It’s been more than two years since suspension giant, Fox purchased Marzocchi’s bike division, a decision that left a lot of people confused. Why Fox would want to buy the same company it spent the past decade beating to a bloody pulp seems a bit strange to me. But hey, I guess there’s no better way to ensure the legendary Italian suspension brand could never become a threat again. It must be strange, though, to now be responsible for restoring brand equity to a company you helped bring down. Luckily, Marzocchi has brand equity in spades.
Twenty years ago, RockShox and Manitou were producing forks filled with pieces of spongy plastic and more millimeters of flex than travel. But they were light, which is what it took for early suspension skeptics to bite. Marzocchi had a different approach, figuring they’d just go ahead and make a suspension fork that actually worked rather than trying to keep it under 3 pounds. If it was a real suspension product, perhaps people wouldn’t care if it was heavier. The gamble worked. The first Marzocchi Bomber Z1 was a huge departure from what the other guys were doing, and it gained a cult-like following.
As if perfectly timed, the freeride movement was full of riders who were beating the daylights out of the status quo. They couldn’t care less about how much their bike weighed, they just wanted something bomber. Marzocchi was born for freeride, and it dominated—hard. In the early two-thousands, if you went to the worldwide capital of freeride, otherwise known as British Columbia, you saw nothing but Bombers. Of course, since making suspension forks actually work was a wise business choice, Fox caught on and so started the decline of Marzocchi, leaving behind thousands upon thousands of diehard Bomber fans. Those folks are still out there.
But, let’s face it: under the nostalgic stickers and behind that familiar m-shaped arch, the 2019 Marzocchi Bomber is 100% a Fox fork. The Bomber Z1 is essentially a more wallet-friendly 36. I say that like it’s a bad thing, but it’s actually pretty rad. The Fox 36 is a brilliant fork, but at a $900 cost of entry, it’s not for everyone. The Bomber Z1 boasts nearly the same level of performance for a couple hundred bucks less. Fox built the Z1 true to Marzocchi’s original ethos of providing quality, no nonsense suspension built to last, weight be damned. It’s really not that heavy, though, weighing only 170 grams more than the 2019 Fox 36 FIT GRIP2 (27.5+/29″, 140mm travel). The additional weight comes from thicker, 6,000 series uppers, and heavier lowers. This could mean the Z1 is a little stouter than the slimmed-down 36, although Fox makes no claims to that—and I don’t charge hard enough to detect a difference.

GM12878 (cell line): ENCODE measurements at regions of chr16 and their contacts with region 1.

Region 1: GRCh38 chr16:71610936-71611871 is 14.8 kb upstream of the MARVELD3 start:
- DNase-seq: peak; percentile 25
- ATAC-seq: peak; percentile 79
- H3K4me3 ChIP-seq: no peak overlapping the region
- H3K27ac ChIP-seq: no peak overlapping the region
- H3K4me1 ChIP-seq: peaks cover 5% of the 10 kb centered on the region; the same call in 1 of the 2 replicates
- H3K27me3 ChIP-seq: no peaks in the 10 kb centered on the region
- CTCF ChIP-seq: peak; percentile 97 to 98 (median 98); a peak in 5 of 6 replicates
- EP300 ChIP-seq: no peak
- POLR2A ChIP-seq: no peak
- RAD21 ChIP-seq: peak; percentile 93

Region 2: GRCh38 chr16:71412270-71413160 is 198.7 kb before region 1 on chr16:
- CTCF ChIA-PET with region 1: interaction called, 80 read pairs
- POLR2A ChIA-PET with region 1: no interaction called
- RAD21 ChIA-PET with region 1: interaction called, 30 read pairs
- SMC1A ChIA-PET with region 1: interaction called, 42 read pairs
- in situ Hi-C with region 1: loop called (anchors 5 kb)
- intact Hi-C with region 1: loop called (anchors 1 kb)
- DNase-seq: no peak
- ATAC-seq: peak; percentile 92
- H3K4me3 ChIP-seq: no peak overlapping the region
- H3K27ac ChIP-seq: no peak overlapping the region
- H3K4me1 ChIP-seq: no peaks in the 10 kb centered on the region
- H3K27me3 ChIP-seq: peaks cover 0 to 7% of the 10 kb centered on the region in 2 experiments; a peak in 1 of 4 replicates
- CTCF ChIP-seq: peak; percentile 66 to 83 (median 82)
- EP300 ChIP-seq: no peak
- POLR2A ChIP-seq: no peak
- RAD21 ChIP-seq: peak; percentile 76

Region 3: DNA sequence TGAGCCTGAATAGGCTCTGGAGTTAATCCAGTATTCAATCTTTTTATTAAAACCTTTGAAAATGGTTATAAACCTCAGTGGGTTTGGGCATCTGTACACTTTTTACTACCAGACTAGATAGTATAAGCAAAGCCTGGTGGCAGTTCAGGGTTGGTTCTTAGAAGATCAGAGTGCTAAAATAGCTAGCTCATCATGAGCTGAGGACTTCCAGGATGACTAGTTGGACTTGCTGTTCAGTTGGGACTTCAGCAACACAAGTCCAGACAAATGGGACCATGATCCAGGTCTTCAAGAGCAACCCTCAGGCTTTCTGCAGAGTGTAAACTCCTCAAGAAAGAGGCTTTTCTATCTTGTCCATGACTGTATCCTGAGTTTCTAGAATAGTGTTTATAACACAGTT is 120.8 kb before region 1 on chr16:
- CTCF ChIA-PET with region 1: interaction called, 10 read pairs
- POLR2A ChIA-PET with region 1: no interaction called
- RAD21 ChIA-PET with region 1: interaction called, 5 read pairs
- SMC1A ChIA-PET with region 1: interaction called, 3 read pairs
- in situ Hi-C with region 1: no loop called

In order to make sure the Marzocchi Z1 would be reliable, Fox went ahead and filled it with Fox parts. Inside, you’ll find a FIT GRIP damper, which has proven to be robust and reliable. The damper is based on a proven dynamic bleeding design popularized in moto forks, and actually used by Marzocchi itself. On the righthand leg, under the anodized grey Marzocchi air cap, sits a Fox EVOL air spring that utilizes the same type of clip-on volume spacers found on Fox forks.
2019 Marzocchi Bomber Z1 Ride Impressions
The Bomber Z1 offers a surprisingly sophisticated level of performance for the price. The GRIP damper and EVOL air spring deliver sensitivity without diving, and the “Sweep” version—which consists of a detent-less low-speed compression knob throw—is lighting fast and effective at keeping the fork riding high in its travel. I’d say that the Z1 has a similar level of sensitivity and bump eating performance as the 36 HSC/LSC, without the high-speed compression adjuster. I only have a few rides on it so far, so I can’t speak to durability and consistency at this point. My first impressions far exceeded expectations, though. The Bomber used to be the only choice for riders wanting actual suspension out of their fork. That’s not the case anymore, but it’s tough to find a better damper at the price. Based off initial impressions, I’d choose the Bomber over a RockShox Yari at the same price.
I’d prefer it if this were just a Fox fork, though. The 2019 Marzocchi Z1 is proof that Fox could easily just offer a 36 at a lower price point. So what’s the point in keeping the Marzocchi brand around? It’s like if Mortal Kombat ended with the winner pulling his opponent’s head and spine out of his body, holding it up in victory, and then performing CPR on the severed head while shouting, “don’t go, you’re such a great fighter!
The simple answer is branding. There are plenty of riders who remember fondly the days of the big black truck, the racy spokesmodels, and the way Marzocchi first upended the industry's approach to suspension. And more power to them. After all, a good fork is a good fork, no matter how Fox decides to brand the product. And if I’m perfectly honest, it’s a heartwarming thought to imagine Bombers repopulating the forests of British Columbia. I’m guessing that sentiment rings true with a lot of core riders.